There have been swift advances in the world of artificial intelligence (AI) recently, and the emergence of tools like ChatGPT have made this rapidly-evolving technology more accessible to the public than ever before. As well as helping to answer some of the trickiest questions in fields such as science and medicine, AI is also playing an important role in the food and drink industry, with applications ranging from creating new recipes for dishes, to identifying the origin of wines.
These new ways of using AI are helping those in the industry to respond to culinary trends more quickly than ever before, providing customers with new dishes that excite and satisfy them, both in restaurants and supermarkets. But perhaps the most valuable use of this technology in the industry is the part it looks set to play in combatting the counterfeit wine trade.
A sophisticated palette: how AI can identify the origin of wines
Machine learning and data analytics are now being used to train AI so it can successfully identify the origin of wines, specific to the chateaux and vineyards in which they have been created. By analysing data patterns and chemical compositions, the technology can pinpoint exactly where some of the most valuable wines on the market have originated.
A new study from the University of Geneva has produced impressive results. By using a machine to vaporise 80 red wines from Bordeaux in France, researchers were able to separate each product into a unique set of chemical components. When this data was fed into the AI, its algorithm correctly stated with 100% accuracy where each batch of wine it was tested on was made. The AI could even correctly plot the co-ordinates of each wine’s location on a map, with the data matching perfectly with the exact estates where all the individual wines originated.
At this stage, the AI did struggle to identify what year the product was created, only guessing correctly approximately 50% of the time – a testament to the intricacy of the winemaking process. But it’s likely the accuracy of this will improve as the technology becomes more sophisticated – and the results on location in themselves have big implications for the industry.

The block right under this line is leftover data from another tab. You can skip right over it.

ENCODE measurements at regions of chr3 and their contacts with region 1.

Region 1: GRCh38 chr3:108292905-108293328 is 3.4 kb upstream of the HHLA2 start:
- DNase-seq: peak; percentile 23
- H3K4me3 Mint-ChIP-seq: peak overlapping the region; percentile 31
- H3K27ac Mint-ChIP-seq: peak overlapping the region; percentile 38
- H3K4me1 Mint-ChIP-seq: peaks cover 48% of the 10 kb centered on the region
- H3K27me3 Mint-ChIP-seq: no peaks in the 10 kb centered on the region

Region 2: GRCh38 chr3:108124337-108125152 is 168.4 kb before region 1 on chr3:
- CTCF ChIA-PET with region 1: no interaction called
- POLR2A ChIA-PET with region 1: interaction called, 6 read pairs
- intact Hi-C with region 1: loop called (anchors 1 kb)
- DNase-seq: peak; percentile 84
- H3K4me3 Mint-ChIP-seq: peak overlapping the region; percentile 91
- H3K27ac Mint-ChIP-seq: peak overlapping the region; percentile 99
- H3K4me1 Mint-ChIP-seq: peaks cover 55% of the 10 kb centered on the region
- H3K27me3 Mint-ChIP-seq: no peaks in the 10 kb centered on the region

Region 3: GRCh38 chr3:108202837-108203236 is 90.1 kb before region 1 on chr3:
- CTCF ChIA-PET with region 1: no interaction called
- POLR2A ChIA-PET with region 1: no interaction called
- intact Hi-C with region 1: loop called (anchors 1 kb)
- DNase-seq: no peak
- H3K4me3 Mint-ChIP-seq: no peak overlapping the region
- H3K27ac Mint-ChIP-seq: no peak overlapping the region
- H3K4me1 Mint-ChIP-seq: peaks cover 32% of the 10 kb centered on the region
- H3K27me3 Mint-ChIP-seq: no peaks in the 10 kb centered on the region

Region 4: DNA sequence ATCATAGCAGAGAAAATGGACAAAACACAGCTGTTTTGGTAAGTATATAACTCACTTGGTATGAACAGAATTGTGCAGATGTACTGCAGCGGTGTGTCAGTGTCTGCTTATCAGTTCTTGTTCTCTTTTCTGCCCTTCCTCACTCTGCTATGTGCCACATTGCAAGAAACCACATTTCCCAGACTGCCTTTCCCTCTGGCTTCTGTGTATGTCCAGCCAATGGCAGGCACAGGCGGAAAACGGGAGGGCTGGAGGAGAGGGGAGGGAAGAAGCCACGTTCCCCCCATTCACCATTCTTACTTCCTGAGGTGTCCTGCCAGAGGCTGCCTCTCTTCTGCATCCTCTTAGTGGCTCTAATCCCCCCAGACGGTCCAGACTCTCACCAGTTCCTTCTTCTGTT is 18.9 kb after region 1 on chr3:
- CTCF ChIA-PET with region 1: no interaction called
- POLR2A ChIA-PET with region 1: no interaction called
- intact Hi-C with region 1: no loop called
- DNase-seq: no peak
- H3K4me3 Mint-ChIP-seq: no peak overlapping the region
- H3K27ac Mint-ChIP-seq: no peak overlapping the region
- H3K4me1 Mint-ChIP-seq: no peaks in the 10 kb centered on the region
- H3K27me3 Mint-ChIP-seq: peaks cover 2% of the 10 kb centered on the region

Why is this useful to industry professionals?
For the first time, winemakers now have concrete proof that each wine has its own ‘terroir’ – otherwise known as an individual profile taste – giving it a unique flavour, solely based on the vineyard in which it is produced. Factors such as soil, topography, and growth habitat are all part of the terroir, and until now, this unshakable belief held by industry professionals has been the subject of debate. Now, AI is providing scientific backing to support the existence of terroirs, and the unique properties they bestow on each wine.
As satisfying as this AI-enabled “we told you so” will be, these developments in AI technology could also be used for what is perhaps an even more important purpose: combatting the counterfeit wine trade. It’s estimated that Europe’s bootleg and counterfeit alcohol markets cost genuine traders roughly £2.5 billion a year. Using AI technology, wine could soon be routinely tested to prove whether or not the contents match what the label proclaims it to be, enabling traders to know for sure that they are buying or selling the real thing, and stopping the counterfeit wine industry in its tracks.